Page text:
The Alien movies are terrifying for more reasons than just one. Ever since the first film was released in 1979, audiences everywhere have been equally excited and terrified as the insidious aliens tracked, hunted and tore apart human beings down corridors and cargo bays. Yet, even though most people recognize #Alien for its influence on science fiction and horror, there are also a multiple motifs sprinkled throughout the series that means more than another scream or another hair rising on your neck. Here are five themes you can find throughout the Alien franchise:
5. Rape And Sexual Violence
The very first Alien film was a sci-fi horror classic that filled audience members with existential dread. Yet, while moviegoers saw the film as great weekend entertainment, some failed to realize that it was also intended as a metaphor for rape and sexual violence.
In constructing the scenes surrounding Alien, screenwriter Dan O'Bannon pointed out to The Guardian that a lot of the movie metaphorically plays on the male fear of penetration, going so far as to call it "payback" for those horror films where vulnerable women were sexually terrorized by male assailants (Looking at you, Straw Dogs and I Spit On Your Grave).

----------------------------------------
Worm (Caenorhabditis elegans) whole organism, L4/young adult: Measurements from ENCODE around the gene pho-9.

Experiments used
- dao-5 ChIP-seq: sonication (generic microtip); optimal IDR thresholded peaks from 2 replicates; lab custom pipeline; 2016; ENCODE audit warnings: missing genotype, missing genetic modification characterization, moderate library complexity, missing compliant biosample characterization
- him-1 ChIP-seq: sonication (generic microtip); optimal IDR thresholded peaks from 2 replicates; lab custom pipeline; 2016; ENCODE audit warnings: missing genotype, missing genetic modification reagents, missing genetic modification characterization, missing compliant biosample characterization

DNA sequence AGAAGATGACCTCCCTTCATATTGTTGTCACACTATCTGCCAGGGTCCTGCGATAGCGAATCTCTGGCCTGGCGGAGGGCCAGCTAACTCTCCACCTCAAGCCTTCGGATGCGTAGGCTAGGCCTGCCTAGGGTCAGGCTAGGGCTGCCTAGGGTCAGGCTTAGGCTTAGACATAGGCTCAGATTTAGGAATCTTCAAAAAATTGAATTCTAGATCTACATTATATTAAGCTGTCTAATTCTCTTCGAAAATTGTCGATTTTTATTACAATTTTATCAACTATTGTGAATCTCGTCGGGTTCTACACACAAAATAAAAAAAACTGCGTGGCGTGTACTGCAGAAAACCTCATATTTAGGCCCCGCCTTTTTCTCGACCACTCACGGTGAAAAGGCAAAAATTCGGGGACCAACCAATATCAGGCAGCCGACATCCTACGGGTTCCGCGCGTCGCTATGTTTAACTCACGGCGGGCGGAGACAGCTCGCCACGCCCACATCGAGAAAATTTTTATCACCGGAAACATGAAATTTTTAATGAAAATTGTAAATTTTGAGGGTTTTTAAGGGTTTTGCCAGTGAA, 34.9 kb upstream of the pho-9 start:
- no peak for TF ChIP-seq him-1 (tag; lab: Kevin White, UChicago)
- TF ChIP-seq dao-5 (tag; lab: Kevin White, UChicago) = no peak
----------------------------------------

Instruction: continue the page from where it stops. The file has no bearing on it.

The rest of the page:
In addition, there are quite a few scenes that allude to this consistent theme of sexual violence, including:
- The facehugger (conception through forced oral injection)
- The chestburster scene (a clearly unwanted pregnancy and birth)
- The alien having a phallic head
- Ash wanting to preserve the newborn alien life (a comparison to the pro-life movement)
Also take into consideration that this violent process of contraception and birth happens to a man, whereas, in reality, woman are usually found in this position. In Alien, you sympathize with John Hurt’s character and wish the crewmembers could do more to help him. Why is it suddenly a moot point when this happens to a woman in real life? This brings me to my next point.
In the first movie, Ellen Ripley is a stereotype of a "final girl," a woman who is destined to survive to the end of the horror movie no matter what. In the first film she was more or less a victim of the Alien’s savagery, but she’s definitely not a victim by the time the sequel rolls around. Taking on the role of an action hero more than a survivor woman, Ripley shoots, tabs, punches, blows up and kicks more Alien ass than a starship trooper — and that's not even halfway through the movie.